The route which Jacob is taking leads from the Finance Office in the countryside into the city, and all the shots which follow lead us through the changing countryside. It is the route from the little village of Reitnau into the city of Luzern. The orchards are gradually replaced by houses, the countryside becomes like the city. The character of this landscape, and the truth which is connected with it, were important to the filmmaker; he was not looking for sensational attractions, which might be found here and there, and which could - via the editing - be put together to make a colourful commercial film. The alternative is either to show what really exists, what is happening around us and with us, or pretend to be astonished at false sensations. (...)
In the end Jacob is put head first into the icy water of a trough, by farmers on their farm, whilst the FA/18 bombers of the Swiss Army are landing thunderously on a nearby runway. Before putting him under water, one of the sober voices of the Apocalypse says to Jacob: "Does not the human community develop best if the individual can lay his hands on the biggest possible profit of his work?"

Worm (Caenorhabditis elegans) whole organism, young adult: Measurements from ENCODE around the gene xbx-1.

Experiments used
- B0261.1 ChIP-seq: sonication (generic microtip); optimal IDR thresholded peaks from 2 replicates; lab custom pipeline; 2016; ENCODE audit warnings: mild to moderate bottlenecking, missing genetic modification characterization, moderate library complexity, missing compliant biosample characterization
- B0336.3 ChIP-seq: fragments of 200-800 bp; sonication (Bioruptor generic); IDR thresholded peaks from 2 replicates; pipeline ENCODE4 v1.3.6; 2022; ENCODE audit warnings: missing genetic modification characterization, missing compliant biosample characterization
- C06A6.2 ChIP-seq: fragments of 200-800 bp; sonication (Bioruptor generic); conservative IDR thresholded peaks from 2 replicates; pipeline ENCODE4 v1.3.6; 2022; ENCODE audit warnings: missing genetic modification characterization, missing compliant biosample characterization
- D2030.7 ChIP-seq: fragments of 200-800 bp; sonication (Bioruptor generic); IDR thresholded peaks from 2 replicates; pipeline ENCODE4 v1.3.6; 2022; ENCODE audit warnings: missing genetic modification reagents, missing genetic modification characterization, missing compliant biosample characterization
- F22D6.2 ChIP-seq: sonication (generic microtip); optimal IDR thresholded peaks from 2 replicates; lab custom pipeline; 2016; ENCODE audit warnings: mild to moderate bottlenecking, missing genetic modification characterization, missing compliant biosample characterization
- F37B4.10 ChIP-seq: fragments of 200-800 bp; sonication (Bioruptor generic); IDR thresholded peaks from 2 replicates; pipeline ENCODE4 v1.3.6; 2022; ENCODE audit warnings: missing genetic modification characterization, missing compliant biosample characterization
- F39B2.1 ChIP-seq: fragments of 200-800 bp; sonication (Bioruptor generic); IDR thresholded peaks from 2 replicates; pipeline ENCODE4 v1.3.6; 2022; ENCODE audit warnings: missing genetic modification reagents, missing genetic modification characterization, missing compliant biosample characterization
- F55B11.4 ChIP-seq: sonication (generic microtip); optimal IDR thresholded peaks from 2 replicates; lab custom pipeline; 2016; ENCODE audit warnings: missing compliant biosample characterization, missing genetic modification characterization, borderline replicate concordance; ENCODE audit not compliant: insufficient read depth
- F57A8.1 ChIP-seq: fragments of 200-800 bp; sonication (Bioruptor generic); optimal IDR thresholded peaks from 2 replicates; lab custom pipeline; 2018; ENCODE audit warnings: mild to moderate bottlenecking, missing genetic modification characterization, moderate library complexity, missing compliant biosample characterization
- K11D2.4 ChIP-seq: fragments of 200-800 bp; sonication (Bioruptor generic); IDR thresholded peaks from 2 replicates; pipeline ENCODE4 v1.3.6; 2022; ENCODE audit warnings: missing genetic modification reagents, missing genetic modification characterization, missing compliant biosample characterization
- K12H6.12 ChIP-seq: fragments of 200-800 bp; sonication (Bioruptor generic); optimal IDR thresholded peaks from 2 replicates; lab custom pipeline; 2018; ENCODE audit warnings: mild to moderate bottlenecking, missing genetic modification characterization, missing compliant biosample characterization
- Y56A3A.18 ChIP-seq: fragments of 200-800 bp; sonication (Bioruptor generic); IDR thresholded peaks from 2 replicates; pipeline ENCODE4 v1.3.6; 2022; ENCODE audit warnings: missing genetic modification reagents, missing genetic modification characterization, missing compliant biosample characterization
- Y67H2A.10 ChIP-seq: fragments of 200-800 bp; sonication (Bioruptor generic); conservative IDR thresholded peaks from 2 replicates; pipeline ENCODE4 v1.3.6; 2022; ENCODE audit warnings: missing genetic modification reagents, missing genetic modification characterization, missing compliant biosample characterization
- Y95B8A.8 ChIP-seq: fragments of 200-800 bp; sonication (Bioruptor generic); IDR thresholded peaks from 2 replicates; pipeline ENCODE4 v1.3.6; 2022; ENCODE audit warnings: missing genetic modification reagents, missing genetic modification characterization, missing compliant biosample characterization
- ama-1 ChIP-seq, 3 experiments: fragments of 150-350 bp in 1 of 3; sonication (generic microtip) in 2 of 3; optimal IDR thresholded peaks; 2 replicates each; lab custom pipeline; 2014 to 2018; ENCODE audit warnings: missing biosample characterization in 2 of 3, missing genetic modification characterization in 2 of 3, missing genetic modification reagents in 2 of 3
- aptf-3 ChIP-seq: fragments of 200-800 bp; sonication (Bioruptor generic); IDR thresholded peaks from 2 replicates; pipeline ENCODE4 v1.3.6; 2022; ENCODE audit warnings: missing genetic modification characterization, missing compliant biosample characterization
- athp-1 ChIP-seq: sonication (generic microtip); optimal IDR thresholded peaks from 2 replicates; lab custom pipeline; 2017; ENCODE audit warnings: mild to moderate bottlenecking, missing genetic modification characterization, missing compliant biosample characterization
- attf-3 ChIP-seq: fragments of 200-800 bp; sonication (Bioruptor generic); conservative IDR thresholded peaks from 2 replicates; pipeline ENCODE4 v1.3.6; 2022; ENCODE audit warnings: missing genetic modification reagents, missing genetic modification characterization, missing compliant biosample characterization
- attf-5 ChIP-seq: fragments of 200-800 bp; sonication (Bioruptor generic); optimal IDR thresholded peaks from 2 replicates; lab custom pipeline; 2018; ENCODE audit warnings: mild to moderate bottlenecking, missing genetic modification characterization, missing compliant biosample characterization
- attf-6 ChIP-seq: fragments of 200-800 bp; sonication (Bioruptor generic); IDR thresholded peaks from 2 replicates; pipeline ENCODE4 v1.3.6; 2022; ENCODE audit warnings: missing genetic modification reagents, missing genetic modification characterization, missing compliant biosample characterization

The film was built out of the wooden poles, the posts and the sketches of the Canton of Luzern. Switzerland, January 1996. History becomes film. (Wilhelm Gottlieb, in: Filmkritik, November 7th, 1996)
Rudolf Barmettler was born in 1956 and grew up in Switzerland. In 1978 he graduated from the Art College in Luzern with a degree in Graphic Design. Between 1985 and 1993 he studied at the College for Television and Film in Munich. Since then he has been working as author and cameraman for documentary films and as an artist in the field of applied typography.
1978 Augenblicke (16mm, 17 Min.). 1984: Les peintres négligés (S-8, 35 Min.). 1985: Nicht die Signalzeichen (16mm, 15 Min.). 1986: Odenwaldstetten II (zus. mit A. Gugolz, A. Kebinger, M. Fluck, P. Nestler, 16mm, 50 Min.). 1989: Gegen die Arglist der Zeit (16mm, 45 Min.). 1991: Probenarbeiten zu ,Antigone des Sophokles' von J.-M. Straub und Daničle Huillet (Video-8, Dok., 8 Std. 25 Minuten).
© 1997 by International Forum of New Cinema. All rights reserved.